Santa Barbara is the county seat of Santa Barbara County, California. Situated on a south-facing section of coastline, the longest such section on the West Coast of the United States, the city lies between the steeply rising Santa Ynez Mountains and the Pacific Ocean. Santa Barbara's climate is often described as Mediterranean, and the city has been promoted as the "American Riviera". As of 2014, the city had an estimated population of 91,196, up from 88,410 in 2010, making it the second most populous city in the county after Santa Maria while the contiguous urban area, which includes the cities of Goleta and Carpinteria, along with the unincorporated regions of Isla Vista, Montecito, Mission Canyon, Hope Ranch, Summerland, and others, has an approximate population of 220,000. The population of the entire county in 2010 was 423,895.
In addition to being a popular tourist and resort destination, the city economy includes a large service sector, education, technology, health care, finance, agriculture, manufacturing, and local government. In 2004, the service sector accounted for fully 35% of local employment. Education in particular is well represented, with five institutions of higher learning on the south coast (the University Of California, Santa Barbara, Santa Barbara City College, Westmont College, Antioch University, and the Brooks Institute of Photography). The Santa Barbara Airport serves the city, as does Amtrak. U.S. Highway 101 connects the Santa Barbara area with Los Angeles to the southeast and San Francisco to the northwest. Behind the city, in and beyond the Santa Ynez Mountains, is the Los Padres National Forest, which contains several remote wilderness areas. Channel Islands National Park and Channel Islands National Marine Sanctuary are located approximately 20 miles (32 km) offshore.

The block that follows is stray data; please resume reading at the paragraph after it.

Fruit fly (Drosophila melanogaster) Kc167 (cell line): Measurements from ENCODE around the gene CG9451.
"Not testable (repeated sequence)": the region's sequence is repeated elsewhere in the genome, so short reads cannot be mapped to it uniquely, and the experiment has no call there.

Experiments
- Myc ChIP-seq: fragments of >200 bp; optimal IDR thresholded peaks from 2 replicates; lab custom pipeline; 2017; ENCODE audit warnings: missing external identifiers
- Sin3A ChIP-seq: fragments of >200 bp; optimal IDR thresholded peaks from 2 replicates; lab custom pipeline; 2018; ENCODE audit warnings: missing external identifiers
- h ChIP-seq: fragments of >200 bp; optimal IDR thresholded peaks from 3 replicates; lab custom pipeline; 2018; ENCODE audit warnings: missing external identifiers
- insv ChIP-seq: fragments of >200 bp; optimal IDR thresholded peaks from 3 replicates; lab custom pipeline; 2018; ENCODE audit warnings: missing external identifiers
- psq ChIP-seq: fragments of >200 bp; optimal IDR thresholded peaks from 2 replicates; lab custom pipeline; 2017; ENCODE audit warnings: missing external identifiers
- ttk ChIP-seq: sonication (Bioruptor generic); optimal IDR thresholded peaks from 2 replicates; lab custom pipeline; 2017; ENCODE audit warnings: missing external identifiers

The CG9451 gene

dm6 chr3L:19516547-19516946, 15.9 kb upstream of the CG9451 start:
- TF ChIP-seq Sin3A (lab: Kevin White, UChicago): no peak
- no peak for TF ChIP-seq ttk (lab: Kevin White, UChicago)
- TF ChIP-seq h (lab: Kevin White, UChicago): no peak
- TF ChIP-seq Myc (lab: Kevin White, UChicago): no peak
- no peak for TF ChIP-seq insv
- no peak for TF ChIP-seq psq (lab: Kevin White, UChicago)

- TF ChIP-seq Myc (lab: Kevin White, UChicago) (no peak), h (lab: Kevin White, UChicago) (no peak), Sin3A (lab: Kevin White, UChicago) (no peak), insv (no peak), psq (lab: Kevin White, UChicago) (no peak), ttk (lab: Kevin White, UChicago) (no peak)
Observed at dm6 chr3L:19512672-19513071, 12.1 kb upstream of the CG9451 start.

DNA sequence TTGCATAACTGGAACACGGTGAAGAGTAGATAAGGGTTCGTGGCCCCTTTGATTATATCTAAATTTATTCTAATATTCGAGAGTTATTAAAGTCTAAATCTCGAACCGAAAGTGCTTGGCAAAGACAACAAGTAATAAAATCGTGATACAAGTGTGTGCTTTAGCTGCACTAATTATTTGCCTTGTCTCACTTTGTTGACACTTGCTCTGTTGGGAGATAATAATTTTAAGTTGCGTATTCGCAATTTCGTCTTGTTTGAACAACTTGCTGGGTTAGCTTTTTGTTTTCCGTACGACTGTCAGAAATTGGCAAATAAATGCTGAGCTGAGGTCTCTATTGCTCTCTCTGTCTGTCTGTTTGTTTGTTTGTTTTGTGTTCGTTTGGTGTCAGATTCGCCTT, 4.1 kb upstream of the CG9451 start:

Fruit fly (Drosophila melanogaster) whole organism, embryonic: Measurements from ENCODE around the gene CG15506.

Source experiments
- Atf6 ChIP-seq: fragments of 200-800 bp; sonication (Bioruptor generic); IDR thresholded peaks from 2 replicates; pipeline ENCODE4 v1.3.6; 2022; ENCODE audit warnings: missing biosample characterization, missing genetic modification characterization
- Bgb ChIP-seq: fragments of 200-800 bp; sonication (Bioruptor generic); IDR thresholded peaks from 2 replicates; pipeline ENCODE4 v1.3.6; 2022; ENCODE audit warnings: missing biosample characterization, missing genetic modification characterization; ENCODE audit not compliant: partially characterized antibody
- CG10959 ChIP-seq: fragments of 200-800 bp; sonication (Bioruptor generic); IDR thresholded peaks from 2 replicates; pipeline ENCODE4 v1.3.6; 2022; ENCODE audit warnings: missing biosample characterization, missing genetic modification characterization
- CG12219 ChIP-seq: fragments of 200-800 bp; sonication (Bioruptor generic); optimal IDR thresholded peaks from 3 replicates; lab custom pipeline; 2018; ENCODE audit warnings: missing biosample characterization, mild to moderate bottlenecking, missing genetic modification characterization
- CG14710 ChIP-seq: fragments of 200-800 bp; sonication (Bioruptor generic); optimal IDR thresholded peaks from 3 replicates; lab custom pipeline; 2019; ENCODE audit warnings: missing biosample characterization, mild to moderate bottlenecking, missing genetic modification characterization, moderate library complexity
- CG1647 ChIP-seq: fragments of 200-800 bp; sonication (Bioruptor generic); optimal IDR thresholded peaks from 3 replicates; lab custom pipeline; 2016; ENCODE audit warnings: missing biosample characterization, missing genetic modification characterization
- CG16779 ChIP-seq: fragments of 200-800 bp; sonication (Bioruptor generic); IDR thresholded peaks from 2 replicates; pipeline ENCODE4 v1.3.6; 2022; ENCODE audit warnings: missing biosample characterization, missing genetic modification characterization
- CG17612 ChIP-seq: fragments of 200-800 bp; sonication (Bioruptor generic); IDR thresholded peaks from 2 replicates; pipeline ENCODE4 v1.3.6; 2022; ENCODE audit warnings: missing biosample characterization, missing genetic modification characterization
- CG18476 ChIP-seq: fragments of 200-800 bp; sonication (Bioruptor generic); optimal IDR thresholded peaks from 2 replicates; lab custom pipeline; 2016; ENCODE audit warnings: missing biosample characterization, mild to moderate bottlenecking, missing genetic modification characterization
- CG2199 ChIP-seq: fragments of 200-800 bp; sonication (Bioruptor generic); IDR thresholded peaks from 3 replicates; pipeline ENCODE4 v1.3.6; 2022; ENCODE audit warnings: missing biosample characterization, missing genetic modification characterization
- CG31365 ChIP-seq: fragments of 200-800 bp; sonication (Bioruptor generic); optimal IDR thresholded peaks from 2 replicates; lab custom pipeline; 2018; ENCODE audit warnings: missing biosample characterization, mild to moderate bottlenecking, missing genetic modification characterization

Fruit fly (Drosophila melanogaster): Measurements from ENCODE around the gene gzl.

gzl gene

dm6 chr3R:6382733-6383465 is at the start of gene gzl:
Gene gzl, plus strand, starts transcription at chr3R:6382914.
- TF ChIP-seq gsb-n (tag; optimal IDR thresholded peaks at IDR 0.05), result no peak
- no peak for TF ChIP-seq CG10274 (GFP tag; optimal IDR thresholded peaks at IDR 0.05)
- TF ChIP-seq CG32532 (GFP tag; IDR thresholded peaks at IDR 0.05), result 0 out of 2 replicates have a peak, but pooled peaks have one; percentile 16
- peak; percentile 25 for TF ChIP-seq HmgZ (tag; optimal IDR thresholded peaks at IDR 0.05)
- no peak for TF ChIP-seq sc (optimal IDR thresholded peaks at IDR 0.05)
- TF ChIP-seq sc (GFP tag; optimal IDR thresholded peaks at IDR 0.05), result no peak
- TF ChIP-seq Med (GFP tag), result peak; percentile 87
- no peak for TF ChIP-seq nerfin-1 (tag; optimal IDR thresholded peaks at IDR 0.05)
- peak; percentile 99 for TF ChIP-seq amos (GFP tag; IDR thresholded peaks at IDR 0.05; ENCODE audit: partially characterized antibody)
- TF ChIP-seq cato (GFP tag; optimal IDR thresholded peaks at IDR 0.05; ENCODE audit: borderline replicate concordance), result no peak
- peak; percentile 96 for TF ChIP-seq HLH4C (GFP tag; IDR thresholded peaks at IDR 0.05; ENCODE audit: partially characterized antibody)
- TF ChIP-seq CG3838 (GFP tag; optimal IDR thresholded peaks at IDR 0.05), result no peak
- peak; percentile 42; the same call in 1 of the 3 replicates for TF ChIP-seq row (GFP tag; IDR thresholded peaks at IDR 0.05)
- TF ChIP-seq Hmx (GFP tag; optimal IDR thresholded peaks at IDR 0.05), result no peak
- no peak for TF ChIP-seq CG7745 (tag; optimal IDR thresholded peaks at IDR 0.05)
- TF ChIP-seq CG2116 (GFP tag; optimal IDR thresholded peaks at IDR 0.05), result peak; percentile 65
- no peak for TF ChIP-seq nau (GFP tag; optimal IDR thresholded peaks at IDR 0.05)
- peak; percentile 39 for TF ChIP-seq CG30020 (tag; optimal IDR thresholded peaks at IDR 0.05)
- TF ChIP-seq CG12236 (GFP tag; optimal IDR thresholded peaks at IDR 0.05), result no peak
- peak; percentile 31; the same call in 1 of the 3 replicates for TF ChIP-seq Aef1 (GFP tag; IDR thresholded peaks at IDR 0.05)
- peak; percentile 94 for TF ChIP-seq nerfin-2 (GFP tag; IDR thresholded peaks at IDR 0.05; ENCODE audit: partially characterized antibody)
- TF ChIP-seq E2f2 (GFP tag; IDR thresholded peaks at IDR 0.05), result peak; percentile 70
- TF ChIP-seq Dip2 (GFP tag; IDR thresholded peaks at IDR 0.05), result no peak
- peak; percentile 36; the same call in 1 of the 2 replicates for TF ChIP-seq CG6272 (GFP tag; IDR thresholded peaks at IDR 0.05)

Santa Barbara is a year-round tourist destination renowned for its fair weather, downtown beaches, and Spanish architecture. Tourism brings more than one billion dollars per year into the local economy, including $80 million in tax revenue. In addition to the city's cultural assets, several iconic destinations lie within the city's limits. Mission Santa Barbara, "The Queen of the Missions," is located on a rise about two miles (3 km) inland from the harbor, and is maintained as an active place of worship, sightseeing stop, and national historic landmark.
The Santa Barbara County Courthouse, a red tiled Spanish-Moorish structure, provides a sweeping view of the downtown area from its open air tower. The Presidio of Santa Barbara, a Spanish military installation and chapel built in 1782, was central to the town's early development and remains an icon of the city's colonial roots. In 1855, the Presidio Chapel, being in decay, grew into the Apostolic College of Our Lady of Sorrows, now Our Lady of Sorrows Church. The present church, consecrated on the 147th anniversary of the founding of the presidio on April 21, 1929, remains one of the most beautiful churches in California.
Surfing is as much a part of Santa Barbara culture as art. Bruce Brown's cult classic, The Endless Summer, put surfing on the map, and he is often seen around the town. Surfing legend Pat Curren and his son, three time World champion Tom Curren, as well as ten time world champion Kelly Slater, and other popular surf icons such as Jack Johnson call Santa Barbara home. Local surfers are known for going north to The Point, or south to Rincon.